By Ryan Keating-Lambert
The new Lars von Trier film The House That Jack Built is packed to the brim with violence and controversy, as you may have already guessed. The director seems to be making a bold statement about the art world that starts off as intriguing but soon becomes an overexaggerated blunder that services no one but the director himself.
Jack (Matt Dillon) is a serial killer, but what exactly makes one a serial killer? The House That Jack Built takes us, and the devil, through five ‘incidents’ that define his troubled character and explore his ‘artist’ within.
This is by far the darkest you will ever see Matt Dillon, an actor who typically dawdles somewhere between comedy and drama has taken the full plunge into madness here, and some might even see the film for that alone.
Jack is an obsessive compulsive nobody who gets his first taste of murder after smacking a stranded, and rather demanding, Uma Thurman in the face with (ironically) a broken car jack.
Lars von Trier’s shaky handheld camerawork is a treat here as usual. The murder scenes are extremely unnerving and brutally realistic, but not without a sense of humour either.
However, there’s one scene involving a sniper rifle and children that is sadistic to the max, so don’t expect any ‘laugh-out-loud’ moments there. Why so gruesome, you might ask? Because that’s what Lars von Trier does.
The director, whose last films Nymphomaniac parts 1 and 2 also ruffled some feathers for their pornographic content, has always been one to push the boundaries and kind of get off on it, so to speak.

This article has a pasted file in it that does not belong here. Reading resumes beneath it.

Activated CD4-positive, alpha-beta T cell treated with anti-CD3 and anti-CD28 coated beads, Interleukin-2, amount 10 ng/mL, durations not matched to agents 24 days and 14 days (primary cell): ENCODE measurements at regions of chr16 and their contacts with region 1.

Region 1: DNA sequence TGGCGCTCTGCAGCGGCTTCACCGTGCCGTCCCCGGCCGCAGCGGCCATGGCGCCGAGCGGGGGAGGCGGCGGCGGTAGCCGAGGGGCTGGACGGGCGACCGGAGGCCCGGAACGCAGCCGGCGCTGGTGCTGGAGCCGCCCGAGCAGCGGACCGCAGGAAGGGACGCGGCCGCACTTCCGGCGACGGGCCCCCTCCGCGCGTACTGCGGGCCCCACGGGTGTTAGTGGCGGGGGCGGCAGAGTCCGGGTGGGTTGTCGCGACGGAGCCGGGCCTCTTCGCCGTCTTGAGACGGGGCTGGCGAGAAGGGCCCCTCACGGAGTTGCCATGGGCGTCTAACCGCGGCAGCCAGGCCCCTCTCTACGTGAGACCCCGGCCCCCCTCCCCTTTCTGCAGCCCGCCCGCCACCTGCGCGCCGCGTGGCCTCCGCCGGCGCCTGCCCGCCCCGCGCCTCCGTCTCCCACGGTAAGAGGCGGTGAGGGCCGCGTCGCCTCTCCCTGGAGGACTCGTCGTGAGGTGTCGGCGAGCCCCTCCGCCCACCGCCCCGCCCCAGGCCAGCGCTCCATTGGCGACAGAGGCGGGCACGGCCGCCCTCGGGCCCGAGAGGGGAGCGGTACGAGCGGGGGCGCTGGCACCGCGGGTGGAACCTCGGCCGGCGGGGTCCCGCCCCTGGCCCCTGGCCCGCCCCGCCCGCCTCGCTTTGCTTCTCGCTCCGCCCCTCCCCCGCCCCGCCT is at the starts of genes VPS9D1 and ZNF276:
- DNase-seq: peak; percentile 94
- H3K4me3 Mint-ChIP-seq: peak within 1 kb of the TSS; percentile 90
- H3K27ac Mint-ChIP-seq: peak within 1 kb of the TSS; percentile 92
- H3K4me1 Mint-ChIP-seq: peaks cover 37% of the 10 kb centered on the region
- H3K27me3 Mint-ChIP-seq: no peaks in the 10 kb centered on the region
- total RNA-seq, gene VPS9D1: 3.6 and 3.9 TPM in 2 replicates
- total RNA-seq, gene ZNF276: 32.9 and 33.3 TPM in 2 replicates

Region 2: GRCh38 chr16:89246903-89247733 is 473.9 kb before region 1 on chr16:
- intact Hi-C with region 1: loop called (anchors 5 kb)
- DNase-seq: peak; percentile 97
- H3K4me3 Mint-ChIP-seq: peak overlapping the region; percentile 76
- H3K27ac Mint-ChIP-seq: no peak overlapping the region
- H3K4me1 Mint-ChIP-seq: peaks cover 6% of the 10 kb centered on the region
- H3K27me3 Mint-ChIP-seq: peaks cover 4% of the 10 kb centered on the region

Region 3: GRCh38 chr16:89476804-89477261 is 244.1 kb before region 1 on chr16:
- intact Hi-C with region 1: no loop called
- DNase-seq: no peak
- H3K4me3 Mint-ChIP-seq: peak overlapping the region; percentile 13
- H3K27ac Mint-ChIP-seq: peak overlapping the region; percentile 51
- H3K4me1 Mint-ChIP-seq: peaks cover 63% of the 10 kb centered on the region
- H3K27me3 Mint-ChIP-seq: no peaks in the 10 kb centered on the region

Despite being banned from Cannes a few years back for feeling ‘a bit sorry’ for Hitler, he was back at the festival this year with a Jack on the screen and a smile on his face, and none of us were really that surprised, were we?
Jack continues the director’s controversial exploration into his own psyche, and in the way that Melancholia was an artful representation of depression and Nymphaniac was his vision of sex and addiction, The House That Jack Built is a case study on the art of violence.
Every scene seems to portray the art world as a predator/prey type relationship that’s stylistically interesting if not a little overdone at times, especially towards the finale.
Von Trier also emphasises the arrogance and fame of the artist through Jack’s gradual transformation from OCD nerd to reckless psychopath. Dillon’s portrayal is interesting and probably one of the best things about this film, and he does it all to the rhythm of David Bowie’s ‘Fame’.
There are also moments that refer to famous art through history and yes, you guessed it. There’s even a reference to Von Trier himself with a brief flash from Melancholia. Whether you interpret that to be pure arrogance or simply the director sending himself up, is entirely up to you. To me, it was a little bit of both.
Like other Von Trier films, there’s a lot of narration in Jack and it occasionally borders on rambling which feels contrived and kind of pointless. I don’t think we really needed that grape lesson.
Anyway, Jack is a bit of a mess, but it’s an intriguing mess. It’s going to be one of the most talked about films this year, whether you like it or not.
The House That Jack Built is now showing in Czech cinemas.